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Alerts: Insurance Law

Excess Policy Never Triggered Where Underlying Policy is Unlimited

Published September 1, 2015 |

In Tully Construction v. Illinois National, the Second Department held that where the underlying Workers Compensation and Employers Liability policy, had unlimited limits that the umbrella policy issued by Illinois National would not be triggered.  Read More… Rosa M. Feeney, Esq rmfeeney@LewisJohs.com

An Act to Amend the Insurance Law, in Relation to Unfair Claim Settlement Practices

Published June 16, 2015 |

A bill is currently under  consideration in both houses that would turn New York Bad Faith Law on it’s head. It would create a new section of the Insurance Law, 2601-a, that would provide a private right of action against an insurer, if a policy holder established, by a “preponderance of the evidence” that an “insurer’s refusal… read more

Plaintiff’s Attorney Disqualified from Representing Plaintiff in Bad Faith Action as an Essential Witness

Published April 21, 2015 |

The Appellate Division Second Department in VanNostrand v. New York Central Mutual Fire Ins. Co, affirmed the finding of Judge Feinman of Nassau County Supreme Court, disqualifying the attorney who represented the plaintiff in an underlying personal injury action, from also representing the plaintiff in a bad faith action. VanNostrand commenced an action against Froehlich,… read more

Bad Faith Claim against Insurer is Nothing More than a Breach of Contract

Published March 20, 2015 |

It is not uncommon to see a complaint against an insurance carrier in New York State that includes an allegation of the breach of the duty of good faith and fair dealing, or as it has commonly come to be known, bad faith. Bad faith allegations are regularly asserted, despite the fact that these claims… read more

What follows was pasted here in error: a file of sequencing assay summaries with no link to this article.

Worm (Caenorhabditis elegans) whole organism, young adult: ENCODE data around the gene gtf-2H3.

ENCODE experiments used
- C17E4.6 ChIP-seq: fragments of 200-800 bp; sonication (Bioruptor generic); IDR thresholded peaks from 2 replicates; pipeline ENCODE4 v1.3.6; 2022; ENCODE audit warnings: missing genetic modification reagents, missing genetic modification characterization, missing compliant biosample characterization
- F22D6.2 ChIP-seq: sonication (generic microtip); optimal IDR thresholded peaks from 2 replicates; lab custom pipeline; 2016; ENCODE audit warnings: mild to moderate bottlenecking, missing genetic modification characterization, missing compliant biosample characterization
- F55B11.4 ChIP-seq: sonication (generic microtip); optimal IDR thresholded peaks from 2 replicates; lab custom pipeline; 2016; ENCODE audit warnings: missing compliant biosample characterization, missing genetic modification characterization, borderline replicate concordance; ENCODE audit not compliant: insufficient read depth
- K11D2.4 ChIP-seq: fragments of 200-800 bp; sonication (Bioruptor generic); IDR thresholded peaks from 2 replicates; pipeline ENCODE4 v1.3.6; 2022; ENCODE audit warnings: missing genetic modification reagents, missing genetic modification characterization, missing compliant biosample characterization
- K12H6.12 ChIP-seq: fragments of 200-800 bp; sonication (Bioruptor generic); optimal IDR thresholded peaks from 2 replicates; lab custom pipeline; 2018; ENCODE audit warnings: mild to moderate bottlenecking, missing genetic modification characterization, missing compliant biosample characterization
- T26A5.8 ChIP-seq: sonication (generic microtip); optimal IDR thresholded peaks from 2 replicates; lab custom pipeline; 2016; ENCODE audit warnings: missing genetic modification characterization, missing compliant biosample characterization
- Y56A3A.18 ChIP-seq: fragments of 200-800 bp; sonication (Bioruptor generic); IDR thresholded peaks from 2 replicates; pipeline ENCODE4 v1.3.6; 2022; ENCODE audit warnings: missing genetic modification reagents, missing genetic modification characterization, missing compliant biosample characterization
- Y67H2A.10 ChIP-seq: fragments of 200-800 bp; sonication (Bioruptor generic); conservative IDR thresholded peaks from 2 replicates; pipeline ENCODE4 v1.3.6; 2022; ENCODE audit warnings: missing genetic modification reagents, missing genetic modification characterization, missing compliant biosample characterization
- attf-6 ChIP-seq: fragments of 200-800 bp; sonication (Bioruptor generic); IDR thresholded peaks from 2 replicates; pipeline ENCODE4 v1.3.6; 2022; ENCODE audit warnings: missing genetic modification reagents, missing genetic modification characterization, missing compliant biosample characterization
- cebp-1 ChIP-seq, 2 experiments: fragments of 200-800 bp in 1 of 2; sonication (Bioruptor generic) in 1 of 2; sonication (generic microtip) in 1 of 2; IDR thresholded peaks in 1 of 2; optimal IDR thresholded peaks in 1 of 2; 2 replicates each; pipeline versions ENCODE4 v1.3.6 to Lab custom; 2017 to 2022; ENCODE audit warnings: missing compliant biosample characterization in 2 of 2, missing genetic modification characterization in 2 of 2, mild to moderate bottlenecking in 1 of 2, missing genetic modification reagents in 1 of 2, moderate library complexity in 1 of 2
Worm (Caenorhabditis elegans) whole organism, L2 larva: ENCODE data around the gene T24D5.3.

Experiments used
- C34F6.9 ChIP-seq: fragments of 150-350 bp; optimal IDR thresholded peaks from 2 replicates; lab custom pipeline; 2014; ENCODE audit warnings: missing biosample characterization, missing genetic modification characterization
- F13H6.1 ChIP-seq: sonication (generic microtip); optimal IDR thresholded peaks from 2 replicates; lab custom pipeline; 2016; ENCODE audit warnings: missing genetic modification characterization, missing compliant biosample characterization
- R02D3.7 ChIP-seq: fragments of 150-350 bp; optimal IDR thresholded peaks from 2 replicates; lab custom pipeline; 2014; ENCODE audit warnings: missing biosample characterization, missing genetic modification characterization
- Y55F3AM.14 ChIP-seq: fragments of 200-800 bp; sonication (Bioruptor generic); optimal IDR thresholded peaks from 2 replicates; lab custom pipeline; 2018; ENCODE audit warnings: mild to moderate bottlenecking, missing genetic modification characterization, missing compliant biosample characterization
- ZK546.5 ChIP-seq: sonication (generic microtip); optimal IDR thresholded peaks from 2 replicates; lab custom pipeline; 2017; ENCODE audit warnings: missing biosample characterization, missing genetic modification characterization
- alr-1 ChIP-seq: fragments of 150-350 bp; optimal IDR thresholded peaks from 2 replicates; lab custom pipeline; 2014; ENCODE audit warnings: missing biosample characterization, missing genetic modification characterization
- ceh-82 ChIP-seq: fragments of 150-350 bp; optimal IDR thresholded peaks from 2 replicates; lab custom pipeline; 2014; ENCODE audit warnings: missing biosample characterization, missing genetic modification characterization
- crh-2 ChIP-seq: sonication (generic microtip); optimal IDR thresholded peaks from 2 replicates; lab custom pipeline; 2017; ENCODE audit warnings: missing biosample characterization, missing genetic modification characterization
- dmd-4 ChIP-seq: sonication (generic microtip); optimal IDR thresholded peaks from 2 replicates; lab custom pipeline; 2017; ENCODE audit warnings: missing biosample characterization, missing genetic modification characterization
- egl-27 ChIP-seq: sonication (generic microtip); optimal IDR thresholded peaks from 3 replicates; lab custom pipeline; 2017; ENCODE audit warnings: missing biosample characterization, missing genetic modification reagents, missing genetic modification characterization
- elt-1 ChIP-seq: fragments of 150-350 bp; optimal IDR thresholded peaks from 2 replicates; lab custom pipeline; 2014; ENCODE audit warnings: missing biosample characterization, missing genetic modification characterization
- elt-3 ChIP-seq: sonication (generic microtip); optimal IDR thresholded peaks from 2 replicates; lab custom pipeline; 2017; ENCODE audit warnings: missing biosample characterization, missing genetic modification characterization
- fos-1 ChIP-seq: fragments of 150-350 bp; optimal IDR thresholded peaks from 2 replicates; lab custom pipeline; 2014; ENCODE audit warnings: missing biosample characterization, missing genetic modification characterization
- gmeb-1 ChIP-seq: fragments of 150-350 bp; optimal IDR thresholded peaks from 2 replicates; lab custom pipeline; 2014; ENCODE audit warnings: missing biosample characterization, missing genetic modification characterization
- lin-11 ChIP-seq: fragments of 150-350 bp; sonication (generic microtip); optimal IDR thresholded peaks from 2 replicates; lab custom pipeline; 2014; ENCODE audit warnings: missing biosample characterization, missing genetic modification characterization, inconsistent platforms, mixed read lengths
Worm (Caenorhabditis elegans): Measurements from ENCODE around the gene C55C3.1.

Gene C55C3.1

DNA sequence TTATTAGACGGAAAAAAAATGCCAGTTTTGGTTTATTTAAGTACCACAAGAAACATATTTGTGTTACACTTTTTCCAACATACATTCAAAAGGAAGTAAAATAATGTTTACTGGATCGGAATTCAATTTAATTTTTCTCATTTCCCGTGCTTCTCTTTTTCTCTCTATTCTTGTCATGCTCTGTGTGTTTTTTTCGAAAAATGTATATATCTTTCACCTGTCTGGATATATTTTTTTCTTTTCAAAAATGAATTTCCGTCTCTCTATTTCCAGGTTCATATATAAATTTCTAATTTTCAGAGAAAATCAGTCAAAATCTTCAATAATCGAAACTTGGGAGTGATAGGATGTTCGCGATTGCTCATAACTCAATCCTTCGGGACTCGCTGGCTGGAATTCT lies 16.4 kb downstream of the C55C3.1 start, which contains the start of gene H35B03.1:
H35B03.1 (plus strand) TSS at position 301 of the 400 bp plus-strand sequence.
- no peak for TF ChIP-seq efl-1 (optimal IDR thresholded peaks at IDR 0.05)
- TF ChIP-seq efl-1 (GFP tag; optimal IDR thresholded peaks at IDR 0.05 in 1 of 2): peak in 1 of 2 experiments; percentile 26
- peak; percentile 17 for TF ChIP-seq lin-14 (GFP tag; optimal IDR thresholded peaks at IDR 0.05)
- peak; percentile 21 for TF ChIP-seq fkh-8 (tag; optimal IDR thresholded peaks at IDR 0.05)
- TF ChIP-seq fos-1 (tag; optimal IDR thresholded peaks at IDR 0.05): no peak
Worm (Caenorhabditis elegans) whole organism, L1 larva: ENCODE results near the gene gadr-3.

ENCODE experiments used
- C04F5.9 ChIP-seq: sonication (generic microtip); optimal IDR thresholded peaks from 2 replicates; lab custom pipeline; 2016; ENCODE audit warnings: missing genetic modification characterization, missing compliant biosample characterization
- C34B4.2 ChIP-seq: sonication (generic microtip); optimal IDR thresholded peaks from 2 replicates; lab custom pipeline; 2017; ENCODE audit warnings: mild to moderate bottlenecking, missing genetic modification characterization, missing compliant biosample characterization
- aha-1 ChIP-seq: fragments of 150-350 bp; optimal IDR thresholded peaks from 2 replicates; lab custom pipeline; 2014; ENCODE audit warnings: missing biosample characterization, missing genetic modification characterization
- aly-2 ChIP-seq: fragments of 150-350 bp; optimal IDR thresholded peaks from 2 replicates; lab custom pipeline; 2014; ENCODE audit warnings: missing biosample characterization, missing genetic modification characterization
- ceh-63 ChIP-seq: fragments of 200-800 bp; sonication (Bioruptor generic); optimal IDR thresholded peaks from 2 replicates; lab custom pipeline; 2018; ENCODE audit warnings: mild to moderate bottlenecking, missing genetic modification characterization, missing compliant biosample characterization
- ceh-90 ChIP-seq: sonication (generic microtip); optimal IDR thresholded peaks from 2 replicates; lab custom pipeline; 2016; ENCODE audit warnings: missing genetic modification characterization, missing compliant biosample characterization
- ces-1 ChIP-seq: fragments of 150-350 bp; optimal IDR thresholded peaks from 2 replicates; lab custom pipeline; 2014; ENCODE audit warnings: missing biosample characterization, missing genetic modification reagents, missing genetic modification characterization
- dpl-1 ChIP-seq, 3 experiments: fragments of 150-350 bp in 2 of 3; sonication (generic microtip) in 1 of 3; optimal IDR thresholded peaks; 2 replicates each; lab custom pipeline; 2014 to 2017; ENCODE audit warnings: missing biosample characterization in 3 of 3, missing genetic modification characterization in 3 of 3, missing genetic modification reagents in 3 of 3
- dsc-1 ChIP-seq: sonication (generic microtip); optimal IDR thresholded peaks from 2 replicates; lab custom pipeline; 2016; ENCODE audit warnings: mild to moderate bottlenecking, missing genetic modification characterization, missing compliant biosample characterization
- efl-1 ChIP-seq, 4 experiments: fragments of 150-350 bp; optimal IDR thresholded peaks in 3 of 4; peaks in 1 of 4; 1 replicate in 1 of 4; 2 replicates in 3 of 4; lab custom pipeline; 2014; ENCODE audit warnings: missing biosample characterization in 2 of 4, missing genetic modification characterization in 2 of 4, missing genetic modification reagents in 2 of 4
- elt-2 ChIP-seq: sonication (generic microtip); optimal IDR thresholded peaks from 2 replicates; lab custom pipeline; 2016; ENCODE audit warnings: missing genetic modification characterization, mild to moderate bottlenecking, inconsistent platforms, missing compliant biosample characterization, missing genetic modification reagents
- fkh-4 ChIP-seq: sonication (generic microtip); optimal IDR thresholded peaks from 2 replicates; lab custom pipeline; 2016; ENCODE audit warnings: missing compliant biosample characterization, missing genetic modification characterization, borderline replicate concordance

Can a Court Equitably Toll the Statute of Limitations in an Insurance Policy?

Published February 15, 2015 |

One Court recently did in a Super Storm Sandy case in New Jersey.  The United Stated District Court for the District of New Jersey, in Inacio v. State Farm recently found an equitable tolling of the Statute of limitations in a Sandy case where the carrier did not unequivocally deny the claim in its first denial letter…. read more

First-Party Benefits and Conflict of Laws

Published January 15, 2015 |

The current state of our nation’s economy, gasoline prices and the high cost of air travel have forced people who wish to vacation or engage in recreational activities to look closer to home. Jaunts across state lines to experience the change in foliage, the quaint “Bed and Breakfast” or the bright lights of Times Square… read more

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